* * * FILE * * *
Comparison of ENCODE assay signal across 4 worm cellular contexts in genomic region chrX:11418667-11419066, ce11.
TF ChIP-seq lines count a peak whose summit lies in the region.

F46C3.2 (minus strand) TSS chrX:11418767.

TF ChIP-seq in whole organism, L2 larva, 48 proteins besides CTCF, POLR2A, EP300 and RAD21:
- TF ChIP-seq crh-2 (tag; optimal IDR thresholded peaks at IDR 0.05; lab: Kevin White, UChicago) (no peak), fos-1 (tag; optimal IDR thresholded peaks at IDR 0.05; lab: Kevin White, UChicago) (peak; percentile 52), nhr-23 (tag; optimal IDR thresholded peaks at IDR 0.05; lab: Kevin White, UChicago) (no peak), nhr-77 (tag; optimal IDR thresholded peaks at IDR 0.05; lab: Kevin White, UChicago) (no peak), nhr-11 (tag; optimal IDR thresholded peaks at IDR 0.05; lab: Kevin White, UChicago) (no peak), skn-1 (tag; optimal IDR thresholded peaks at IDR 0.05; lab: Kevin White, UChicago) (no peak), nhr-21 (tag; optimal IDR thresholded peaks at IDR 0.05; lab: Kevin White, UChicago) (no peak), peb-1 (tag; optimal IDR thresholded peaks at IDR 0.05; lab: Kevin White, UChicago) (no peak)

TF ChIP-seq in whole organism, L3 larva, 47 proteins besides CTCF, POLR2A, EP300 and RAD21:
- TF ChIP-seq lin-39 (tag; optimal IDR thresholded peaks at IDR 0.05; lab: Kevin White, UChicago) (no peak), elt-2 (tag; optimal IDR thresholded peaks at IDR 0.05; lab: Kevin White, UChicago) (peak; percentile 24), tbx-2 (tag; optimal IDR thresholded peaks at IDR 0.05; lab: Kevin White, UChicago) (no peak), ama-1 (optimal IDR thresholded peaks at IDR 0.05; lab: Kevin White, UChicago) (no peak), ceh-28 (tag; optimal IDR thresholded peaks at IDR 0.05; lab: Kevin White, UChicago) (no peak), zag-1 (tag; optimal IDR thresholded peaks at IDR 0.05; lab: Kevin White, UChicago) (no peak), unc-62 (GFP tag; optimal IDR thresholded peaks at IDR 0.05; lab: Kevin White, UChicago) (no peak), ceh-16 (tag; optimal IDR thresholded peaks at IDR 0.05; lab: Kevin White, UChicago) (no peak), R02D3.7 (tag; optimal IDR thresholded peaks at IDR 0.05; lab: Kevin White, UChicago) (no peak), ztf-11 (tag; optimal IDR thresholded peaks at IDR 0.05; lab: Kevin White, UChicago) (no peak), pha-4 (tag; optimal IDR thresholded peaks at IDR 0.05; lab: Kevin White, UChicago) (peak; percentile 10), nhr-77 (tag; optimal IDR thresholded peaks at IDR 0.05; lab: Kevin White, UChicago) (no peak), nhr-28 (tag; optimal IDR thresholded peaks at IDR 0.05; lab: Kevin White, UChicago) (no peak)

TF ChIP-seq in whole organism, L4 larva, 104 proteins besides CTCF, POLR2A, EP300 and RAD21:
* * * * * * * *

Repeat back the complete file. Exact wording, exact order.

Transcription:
Comparison of ENCODE assay signal across 4 worm cellular contexts in genomic region chrX:11418667-11419066, ce11.
TF ChIP-seq lines count a peak whose summit lies in the region.

F46C3.2 (minus strand) TSS chrX:11418767.

TF ChIP-seq in whole organism, L2 larva, 48 proteins besides CTCF, POLR2A, EP300 and RAD21:
- TF ChIP-seq crh-2 (tag; optimal IDR thresholded peaks at IDR 0.05; lab: Kevin White, UChicago) (no peak), fos-1 (tag; optimal IDR thresholded peaks at IDR 0.05; lab: Kevin White, UChicago) (peak; percentile 52), nhr-23 (tag; optimal IDR thresholded peaks at IDR 0.05; lab: Kevin White, UChicago) (no peak), nhr-77 (tag; optimal IDR thresholded peaks at IDR 0.05; lab: Kevin White, UChicago) (no peak), nhr-11 (tag; optimal IDR thresholded peaks at IDR 0.05; lab: Kevin White, UChicago) (no peak), skn-1 (tag; optimal IDR thresholded peaks at IDR 0.05; lab: Kevin White, UChicago) (no peak), nhr-21 (tag; optimal IDR thresholded peaks at IDR 0.05; lab: Kevin White, UChicago) (no peak), peb-1 (tag; optimal IDR thresholded peaks at IDR 0.05; lab: Kevin White, UChicago) (no peak)

TF ChIP-seq in whole organism, L3 larva, 47 proteins besides CTCF, POLR2A, EP300 and RAD21:
- TF ChIP-seq lin-39 (tag; optimal IDR thresholded peaks at IDR 0.05; lab: Kevin White, UChicago) (no peak), elt-2 (tag; optimal IDR thresholded peaks at IDR 0.05; lab: Kevin White, UChicago) (peak; percentile 24), tbx-2 (tag; optimal IDR thresholded peaks at IDR 0.05; lab: Kevin White, UChicago) (no peak), ama-1 (optimal IDR thresholded peaks at IDR 0.05; lab: Kevin White, UChicago) (no peak), ceh-28 (tag; optimal IDR thresholded peaks at IDR 0.05; lab: Kevin White, UChicago) (no peak), zag-1 (tag; optimal IDR thresholded peaks at IDR 0.05; lab: Kevin White, UChicago) (no peak), unc-62 (GFP tag; optimal IDR thresholded peaks at IDR 0.05; lab: Kevin White, UChicago) (no peak), ceh-16 (tag; optimal IDR thresholded peaks at IDR 0.05; lab: Kevin White, UChicago) (no peak), R02D3.7 (tag; optimal IDR thresholded peaks at IDR 0.05; lab: Kevin White, UChicago) (no peak), ztf-11 (tag; optimal IDR thresholded peaks at IDR 0.05; lab: Kevin White, UChicago) (no peak), pha-4 (tag; optimal IDR thresholded peaks at IDR 0.05; lab: Kevin White, UChicago) (peak; percentile 10), nhr-77 (tag; optimal IDR thresholded peaks at IDR 0.05; lab: Kevin White, UChicago) (no peak), nhr-28 (tag; optimal IDR thresholded peaks at IDR 0.05; lab: Kevin White, UChicago) (no peak)

TF ChIP-seq in whole organism, L4 larva, 104 proteins besides CTCF, POLR2A, EP300 and RAD21: